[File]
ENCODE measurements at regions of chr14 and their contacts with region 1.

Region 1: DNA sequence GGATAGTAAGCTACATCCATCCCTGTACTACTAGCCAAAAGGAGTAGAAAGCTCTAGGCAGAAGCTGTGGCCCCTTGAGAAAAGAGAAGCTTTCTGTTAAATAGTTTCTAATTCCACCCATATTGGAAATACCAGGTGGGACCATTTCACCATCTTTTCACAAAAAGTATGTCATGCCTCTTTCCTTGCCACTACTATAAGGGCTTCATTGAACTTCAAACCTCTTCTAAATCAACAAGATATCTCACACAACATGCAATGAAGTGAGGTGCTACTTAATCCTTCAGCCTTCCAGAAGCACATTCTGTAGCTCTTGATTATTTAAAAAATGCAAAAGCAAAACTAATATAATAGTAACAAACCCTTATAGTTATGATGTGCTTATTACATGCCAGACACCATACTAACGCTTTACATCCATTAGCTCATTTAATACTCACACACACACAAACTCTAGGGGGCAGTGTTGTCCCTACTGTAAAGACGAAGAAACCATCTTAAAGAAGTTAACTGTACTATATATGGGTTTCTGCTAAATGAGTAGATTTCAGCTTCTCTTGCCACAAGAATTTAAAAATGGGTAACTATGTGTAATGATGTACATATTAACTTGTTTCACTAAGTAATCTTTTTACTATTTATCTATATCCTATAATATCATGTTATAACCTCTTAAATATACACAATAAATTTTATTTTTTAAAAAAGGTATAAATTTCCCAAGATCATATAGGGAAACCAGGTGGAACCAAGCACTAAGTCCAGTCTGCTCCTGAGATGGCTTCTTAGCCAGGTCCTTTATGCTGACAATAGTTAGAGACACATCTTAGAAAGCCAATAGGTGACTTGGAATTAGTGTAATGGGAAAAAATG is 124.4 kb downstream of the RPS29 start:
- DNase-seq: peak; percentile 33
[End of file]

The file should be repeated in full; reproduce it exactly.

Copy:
ENCODE measurements at regions of chr14 and their contacts with region 1.

Region 1: DNA sequence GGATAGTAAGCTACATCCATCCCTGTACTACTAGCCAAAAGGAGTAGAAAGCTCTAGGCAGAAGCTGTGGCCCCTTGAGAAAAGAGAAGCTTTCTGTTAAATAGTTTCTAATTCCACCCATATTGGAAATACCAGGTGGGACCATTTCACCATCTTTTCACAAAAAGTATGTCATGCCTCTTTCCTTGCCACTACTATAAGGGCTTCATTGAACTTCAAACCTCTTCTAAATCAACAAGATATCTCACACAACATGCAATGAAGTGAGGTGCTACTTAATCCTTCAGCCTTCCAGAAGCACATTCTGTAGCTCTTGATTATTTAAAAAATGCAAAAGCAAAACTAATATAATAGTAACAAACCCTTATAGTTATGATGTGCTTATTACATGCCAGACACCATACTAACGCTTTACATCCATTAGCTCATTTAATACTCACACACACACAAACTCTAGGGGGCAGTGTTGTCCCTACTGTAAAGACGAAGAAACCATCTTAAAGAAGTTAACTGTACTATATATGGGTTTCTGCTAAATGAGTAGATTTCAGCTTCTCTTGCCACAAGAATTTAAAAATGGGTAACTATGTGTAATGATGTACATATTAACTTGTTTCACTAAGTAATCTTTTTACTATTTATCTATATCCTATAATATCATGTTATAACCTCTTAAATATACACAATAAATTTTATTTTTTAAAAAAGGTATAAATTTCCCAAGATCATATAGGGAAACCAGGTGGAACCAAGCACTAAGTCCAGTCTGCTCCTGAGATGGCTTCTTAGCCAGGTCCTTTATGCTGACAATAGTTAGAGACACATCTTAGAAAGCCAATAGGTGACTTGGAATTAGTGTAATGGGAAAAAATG is 124.4 kb downstream of the RPS29 start:
- DNase-seq: peak; percentile 33